- What does it look like: While handling the web browser address bar, the OV SSL certificate gets recognized in the same way as the DV SSL certificate does, i.e., from the phrase “https” and a padlock pattern. When the user follows and clicks on the pattern, it brings out some unique information about the company or a particular person who is the owner of the website and shows information such as its name, address, country, etc.
- Pros: OV SSL certificate is more trustworthy than DV SSL certificates because a user of the website will be aware of the owner of the site, and will have the idea where all his credentials are going. This is an ideal certificate option for e-commerce websites.
- Cons: OV certs take a longer time to get issued than DV certs because of its long verification process, which can take several days.
3. Extended Validation Certificates (EV SSL):
- How it is validated: EV SSL offers the peak level of SSL certification, when they are issuing all the EV certificates. There is an in-depth verification of the owner’s site, which will help him to validate and evaluate the legal presence, location, etc.
- What does it look like: A certified EV SSL site will transform the web address bar into a green color.
- And, the company’s name will have the symbol of the padlock.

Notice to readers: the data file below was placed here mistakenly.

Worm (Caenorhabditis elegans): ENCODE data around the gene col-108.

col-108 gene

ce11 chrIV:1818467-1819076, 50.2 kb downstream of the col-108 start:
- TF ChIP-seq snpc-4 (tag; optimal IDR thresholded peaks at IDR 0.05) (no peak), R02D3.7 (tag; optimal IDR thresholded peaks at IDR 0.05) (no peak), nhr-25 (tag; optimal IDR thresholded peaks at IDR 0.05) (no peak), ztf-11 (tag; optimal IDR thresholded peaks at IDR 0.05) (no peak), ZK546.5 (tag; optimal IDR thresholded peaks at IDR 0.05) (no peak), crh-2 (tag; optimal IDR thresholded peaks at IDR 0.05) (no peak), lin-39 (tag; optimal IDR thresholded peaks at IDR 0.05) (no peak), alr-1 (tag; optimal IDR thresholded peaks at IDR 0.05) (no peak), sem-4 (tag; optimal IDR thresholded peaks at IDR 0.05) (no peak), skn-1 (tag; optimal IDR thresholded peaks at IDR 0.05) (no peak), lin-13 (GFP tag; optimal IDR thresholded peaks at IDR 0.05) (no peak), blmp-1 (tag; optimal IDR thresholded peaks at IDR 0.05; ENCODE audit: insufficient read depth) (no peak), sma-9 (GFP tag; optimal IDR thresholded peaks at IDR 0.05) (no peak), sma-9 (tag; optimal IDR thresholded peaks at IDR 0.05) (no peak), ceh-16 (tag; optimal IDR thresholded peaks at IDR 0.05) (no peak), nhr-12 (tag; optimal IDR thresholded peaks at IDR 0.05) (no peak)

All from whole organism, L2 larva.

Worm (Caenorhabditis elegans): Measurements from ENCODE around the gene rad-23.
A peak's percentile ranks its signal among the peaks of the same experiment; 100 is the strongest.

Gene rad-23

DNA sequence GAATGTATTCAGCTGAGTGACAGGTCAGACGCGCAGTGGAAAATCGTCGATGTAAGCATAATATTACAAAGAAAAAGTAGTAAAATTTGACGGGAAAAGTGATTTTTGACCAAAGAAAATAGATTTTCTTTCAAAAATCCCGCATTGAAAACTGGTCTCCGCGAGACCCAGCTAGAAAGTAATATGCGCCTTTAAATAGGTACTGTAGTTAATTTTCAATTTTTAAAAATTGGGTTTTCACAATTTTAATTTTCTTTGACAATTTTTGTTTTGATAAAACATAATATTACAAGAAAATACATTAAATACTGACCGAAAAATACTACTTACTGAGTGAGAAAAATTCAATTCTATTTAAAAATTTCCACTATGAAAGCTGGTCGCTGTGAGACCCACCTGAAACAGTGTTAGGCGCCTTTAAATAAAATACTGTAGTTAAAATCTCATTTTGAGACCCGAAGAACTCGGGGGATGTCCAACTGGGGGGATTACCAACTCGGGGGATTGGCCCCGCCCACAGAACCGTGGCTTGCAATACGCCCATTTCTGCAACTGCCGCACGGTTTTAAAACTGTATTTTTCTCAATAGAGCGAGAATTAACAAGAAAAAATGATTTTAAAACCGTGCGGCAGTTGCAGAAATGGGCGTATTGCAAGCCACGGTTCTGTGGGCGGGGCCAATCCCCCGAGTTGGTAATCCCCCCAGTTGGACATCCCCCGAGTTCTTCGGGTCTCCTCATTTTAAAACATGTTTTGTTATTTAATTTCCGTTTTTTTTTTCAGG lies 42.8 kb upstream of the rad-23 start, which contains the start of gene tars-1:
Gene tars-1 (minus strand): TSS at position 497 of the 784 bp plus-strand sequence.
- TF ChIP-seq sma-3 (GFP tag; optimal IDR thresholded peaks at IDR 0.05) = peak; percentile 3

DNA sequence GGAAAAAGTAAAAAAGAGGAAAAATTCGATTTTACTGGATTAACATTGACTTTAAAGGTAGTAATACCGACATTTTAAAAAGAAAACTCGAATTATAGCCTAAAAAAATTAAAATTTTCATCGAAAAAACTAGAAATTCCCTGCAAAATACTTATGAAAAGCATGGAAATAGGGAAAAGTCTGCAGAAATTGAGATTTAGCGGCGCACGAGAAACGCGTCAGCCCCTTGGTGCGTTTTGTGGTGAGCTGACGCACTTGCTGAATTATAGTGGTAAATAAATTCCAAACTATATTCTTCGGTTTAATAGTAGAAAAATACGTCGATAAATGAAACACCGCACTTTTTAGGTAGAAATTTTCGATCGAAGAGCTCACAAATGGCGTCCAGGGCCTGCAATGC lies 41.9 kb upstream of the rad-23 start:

- Pros: The EV SSL certificate along with the green address bat which comprises of the organization’s name makes the website trustworthy to run a secured transaction.
- Cons: An EV SSL certificate is high priced among the 3 and in-depth background verification means verification can take weeks time.
Types of SSL Certificates Based on Number of Domains/Subdomains:
There are several factors affecting the selection of the SSL, one of them is the number of domains a person requires. Every SSL certificate blends the levels of with the numeric preponderance of domains anyone is willing to protect. There are 4 main types of SSL certificate based on the number of domains/subdomains, which are as follows:
1. Single Domain SSL Certificate:
Every single domain SSL cert and the pages are completely secured. The three stages of validation are known as DV, OV, and EV.
2. Wildcard SSL Certificate:
A Wildcard SSL certificate protects a single domain and all the subdomains of this parent domain. For example, if a person has a Wildcard SSL certificate for his website “yourstory.com”, then any subdomain related to this parent domain such as “mail.yourstory.com” or “login.yourstory.com”, is automatically protected. People who want to have sub-domains in the future will need a Wildcard SSL certificate. This will be cost-effective as there is no need to buy an SSL cert.
3. Multi-Domain SSL Certificate:
A Multi-Domain SSL certificate protects up to 100 different domains. Multi-Domain SSL cert Can protect a Wildcard domain. These are suitable for companies that comprise of multiple websites so that they can deal with single cert to make sure all the websites are secure and keep a track of individual certs. If you want to save money, then buying these certificates is the best option.
4. Unified Communications Certificate:
It is quite similar to a Multi-Domain certificate and both are capable of protecting 100 domains and subdomains under one single certificate. The UC is developed specifically for systems which take the help of the Microsoft Exchange and office communications. Moreover, they take help of extensions like SAN-subjective alternative name, rather than varying IP address to make sure the domains are secure.